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How do investors get diversification wrong?

Ultimately, you want a good balance of risk and return from your attempts at a diversified portfolio rather than having a bit of everything. You will know you’re heading in the wrong direction if you’re doing any of the following.

The advantages of having a diversified portfolio are greatly spoken about. For individual investors with no ability to analyse the many nuances of financial products, diversification is a good way to minimise risk. However, there is one thing that you must beware of and that’s – over-diversification. 

Ultimately, you want a good balance of risk and return from your attempts at a diversified portfolio rather than having a bit of everything. You will know you’re heading in the wrong direction if you’re doing any of the following.

1. Adding too many different products

This can happen if you start allocating to a different product for each goal. A pension product for retirement, a mutual fund for education, a house for your child’s wedding gift, fixed deposits, PPF, shares, gold and so on. While each type of product might have a different goal, the purpose may not be different.

You may end up with three different financial products, with different risk and return features but with the same long-term objective. It is perhaps more suitable to consolidate goals and identify the investment horizon, then choose financial products to help you achieve the most optimum risk return balance. 

For example, for all long-term requirements of more than 10 years investing in PPF will not be as effective as investing in equity; provided you already have an allocation for stable fixed income investments, adding PPF only reduces the expected long-term return. You will have better control of risk too with fewer products in the mix. You don’t have to own every type of investment in the garb of diversification. 

Over-diversification within the asset class is also not useful. What this means is that adding too many shares, too many funds, or too many properties for that matter, does not translate to better risk management or better returns.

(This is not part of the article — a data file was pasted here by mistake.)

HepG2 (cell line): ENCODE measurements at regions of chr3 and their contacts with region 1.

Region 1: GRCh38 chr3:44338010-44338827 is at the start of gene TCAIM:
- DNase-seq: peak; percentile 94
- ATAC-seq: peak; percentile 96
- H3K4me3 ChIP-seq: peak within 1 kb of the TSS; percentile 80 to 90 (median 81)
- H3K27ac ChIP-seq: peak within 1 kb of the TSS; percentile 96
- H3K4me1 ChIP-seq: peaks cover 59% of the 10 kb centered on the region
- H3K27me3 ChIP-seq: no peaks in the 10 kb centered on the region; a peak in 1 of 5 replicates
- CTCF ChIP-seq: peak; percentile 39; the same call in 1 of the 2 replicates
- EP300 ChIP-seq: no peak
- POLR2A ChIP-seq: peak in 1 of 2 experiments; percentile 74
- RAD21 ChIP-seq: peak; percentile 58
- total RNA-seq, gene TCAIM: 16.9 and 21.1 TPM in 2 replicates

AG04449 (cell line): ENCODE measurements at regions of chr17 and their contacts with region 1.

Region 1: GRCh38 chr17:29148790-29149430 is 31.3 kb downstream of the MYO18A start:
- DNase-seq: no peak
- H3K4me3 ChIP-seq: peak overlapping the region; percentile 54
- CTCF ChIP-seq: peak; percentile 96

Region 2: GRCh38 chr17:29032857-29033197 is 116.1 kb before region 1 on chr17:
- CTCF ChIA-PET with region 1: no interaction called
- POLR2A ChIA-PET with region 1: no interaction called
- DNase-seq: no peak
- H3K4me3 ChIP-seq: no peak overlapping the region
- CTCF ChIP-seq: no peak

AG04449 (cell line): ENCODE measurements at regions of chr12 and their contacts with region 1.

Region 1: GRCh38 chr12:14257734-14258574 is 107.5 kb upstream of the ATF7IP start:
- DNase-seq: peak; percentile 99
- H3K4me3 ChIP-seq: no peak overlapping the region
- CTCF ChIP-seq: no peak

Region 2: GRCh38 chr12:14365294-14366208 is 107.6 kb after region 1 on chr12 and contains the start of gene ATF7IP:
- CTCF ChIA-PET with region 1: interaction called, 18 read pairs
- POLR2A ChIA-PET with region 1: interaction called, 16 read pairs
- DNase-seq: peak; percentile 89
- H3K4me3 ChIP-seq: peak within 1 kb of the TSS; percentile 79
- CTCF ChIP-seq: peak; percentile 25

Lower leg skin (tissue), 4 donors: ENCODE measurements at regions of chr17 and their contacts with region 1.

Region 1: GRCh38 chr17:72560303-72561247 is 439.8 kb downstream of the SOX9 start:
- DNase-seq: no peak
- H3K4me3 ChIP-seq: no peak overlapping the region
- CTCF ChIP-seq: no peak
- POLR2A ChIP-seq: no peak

2. Over-diversifying in one asset

Over-diversification within the asset class is also not useful. What this means is that adding too many shares, too many funds, or too many properties for that matter, does not translate to better risk management or better returns. 

In fact, it can mean that you don’t earn your desired or expected return from the asset class. In case of real estate for example, adding too many properties, also adds to cost; there is cost of loan, registration costs, municipality costs, property maintenance and so on.

Plus, if you have diversified across locations, chances are some locations will work positively for price rise and others may remain below average. Real estate is not an easy asset to sell, which will leave you with higher risk rather than lower.

With financial investments like mutual funds and stocks, having too many will only give you overlaps and reduce your potential return. You will end up investing too little in each fund and hence, returns too will not look substantial.

Like with real estate, the danger with choosing too many is that while some will do well, those which don’t perform above average will bring down your overall return.

Diversification is useful for mitigating excessive risk of holding just one type of security or asset. However, achieving that perfect balance of assets and investment products is also not easy. 

As a thumb rule stop adding the next investment if the return you make does not add to your overall portfolio return or it doesn’t reduce risk. If the risk of adding that product is more than the risk in your existing portfolio of investments, you might make a higher return, but you have put capital at greater risk.

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